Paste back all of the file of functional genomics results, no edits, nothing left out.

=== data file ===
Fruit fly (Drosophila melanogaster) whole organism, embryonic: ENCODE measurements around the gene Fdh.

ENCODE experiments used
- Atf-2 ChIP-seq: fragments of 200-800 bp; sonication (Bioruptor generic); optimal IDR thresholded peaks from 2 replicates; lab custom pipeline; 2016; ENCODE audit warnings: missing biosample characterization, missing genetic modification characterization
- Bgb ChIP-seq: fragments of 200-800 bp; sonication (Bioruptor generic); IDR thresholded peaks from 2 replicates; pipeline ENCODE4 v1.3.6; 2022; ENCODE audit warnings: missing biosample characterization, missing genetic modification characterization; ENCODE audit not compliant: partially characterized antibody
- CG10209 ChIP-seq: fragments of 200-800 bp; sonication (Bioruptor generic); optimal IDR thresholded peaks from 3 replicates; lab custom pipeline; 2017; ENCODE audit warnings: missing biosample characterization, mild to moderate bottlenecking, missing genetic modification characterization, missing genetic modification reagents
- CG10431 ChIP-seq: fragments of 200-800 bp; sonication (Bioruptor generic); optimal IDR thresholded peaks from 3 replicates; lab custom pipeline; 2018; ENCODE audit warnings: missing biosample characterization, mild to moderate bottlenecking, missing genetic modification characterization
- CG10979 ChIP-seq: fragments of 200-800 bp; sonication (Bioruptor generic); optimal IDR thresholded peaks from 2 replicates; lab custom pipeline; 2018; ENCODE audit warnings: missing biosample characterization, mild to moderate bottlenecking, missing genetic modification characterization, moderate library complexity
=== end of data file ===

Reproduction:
Fruit fly (Drosophila melanogaster) whole organism, embryonic: ENCODE measurements around the gene Fdh.

ENCODE experiments used
- Atf-2 ChIP-seq: fragments of 200-800 bp; sonication (Bioruptor generic); optimal IDR thresholded peaks from 2 replicates; lab custom pipeline; 2016; ENCODE audit warnings: missing biosample characterization, missing genetic modification characterization
- Bgb ChIP-seq: fragments of 200-800 bp; sonication (Bioruptor generic); IDR thresholded peaks from 2 replicates; pipeline ENCODE4 v1.3.6; 2022; ENCODE audit warnings: missing biosample characterization, missing genetic modification characterization; ENCODE audit not compliant: partially characterized antibody
- CG10209 ChIP-seq: fragments of 200-800 bp; sonication (Bioruptor generic); optimal IDR thresholded peaks from 3 replicates; lab custom pipeline; 2017; ENCODE audit warnings: missing biosample characterization, mild to moderate bottlenecking, missing genetic modification characterization, missing genetic modification reagents
- CG10431 ChIP-seq: fragments of 200-800 bp; sonication (Bioruptor generic); optimal IDR thresholded peaks from 3 replicates; lab custom pipeline; 2018; ENCODE audit warnings: missing biosample characterization, mild to moderate bottlenecking, missing genetic modification characterization
- CG10979 ChIP-seq: fragments of 200-800 bp; sonication (Bioruptor generic); optimal IDR thresholded peaks from 2 replicates; lab custom pipeline; 2018; ENCODE audit warnings: missing biosample characterization, mild to moderate bottlenecking, missing genetic modification characterization, moderate library complexity